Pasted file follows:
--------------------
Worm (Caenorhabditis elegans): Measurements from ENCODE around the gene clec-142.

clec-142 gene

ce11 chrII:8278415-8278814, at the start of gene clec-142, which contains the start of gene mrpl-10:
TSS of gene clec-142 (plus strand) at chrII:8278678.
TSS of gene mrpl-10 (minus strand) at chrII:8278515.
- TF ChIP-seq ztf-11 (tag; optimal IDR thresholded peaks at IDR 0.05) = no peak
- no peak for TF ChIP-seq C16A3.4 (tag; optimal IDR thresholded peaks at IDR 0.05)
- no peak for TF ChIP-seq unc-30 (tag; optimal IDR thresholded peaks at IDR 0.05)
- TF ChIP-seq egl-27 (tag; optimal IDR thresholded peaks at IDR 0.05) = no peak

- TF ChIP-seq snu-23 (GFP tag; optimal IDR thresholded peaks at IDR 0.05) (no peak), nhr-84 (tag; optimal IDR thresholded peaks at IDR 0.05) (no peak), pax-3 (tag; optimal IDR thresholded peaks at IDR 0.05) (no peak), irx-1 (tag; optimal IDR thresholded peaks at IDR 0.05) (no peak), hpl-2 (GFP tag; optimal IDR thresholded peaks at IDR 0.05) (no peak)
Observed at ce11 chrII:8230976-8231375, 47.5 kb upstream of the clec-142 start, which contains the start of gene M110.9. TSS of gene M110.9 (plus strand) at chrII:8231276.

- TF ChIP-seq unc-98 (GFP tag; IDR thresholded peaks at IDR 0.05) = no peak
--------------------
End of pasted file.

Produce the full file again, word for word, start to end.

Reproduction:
Worm (Caenorhabditis elegans): Measurements from ENCODE around the gene clec-142.

clec-142 gene

ce11 chrII:8278415-8278814, at the start of gene clec-142, which contains the start of gene mrpl-10:
TSS of gene clec-142 (plus strand) at chrII:8278678.
TSS of gene mrpl-10 (minus strand) at chrII:8278515.
- TF ChIP-seq ztf-11 (tag; optimal IDR thresholded peaks at IDR 0.05) = no peak
- no peak for TF ChIP-seq C16A3.4 (tag; optimal IDR thresholded peaks at IDR 0.05)
- no peak for TF ChIP-seq unc-30 (tag; optimal IDR thresholded peaks at IDR 0.05)
- TF ChIP-seq egl-27 (tag; optimal IDR thresholded peaks at IDR 0.05) = no peak

- TF ChIP-seq snu-23 (GFP tag; optimal IDR thresholded peaks at IDR 0.05) (no peak), nhr-84 (tag; optimal IDR thresholded peaks at IDR 0.05) (no peak), pax-3 (tag; optimal IDR thresholded peaks at IDR 0.05) (no peak), irx-1 (tag; optimal IDR thresholded peaks at IDR 0.05) (no peak), hpl-2 (GFP tag; optimal IDR thresholded peaks at IDR 0.05) (no peak)
Observed at ce11 chrII:8230976-8231375, 47.5 kb upstream of the clec-142 start, which contains the start of gene M110.9. TSS of gene M110.9 (plus strand) at chrII:8231276.

- TF ChIP-seq unc-98 (GFP tag; IDR thresholded peaks at IDR 0.05) = no peak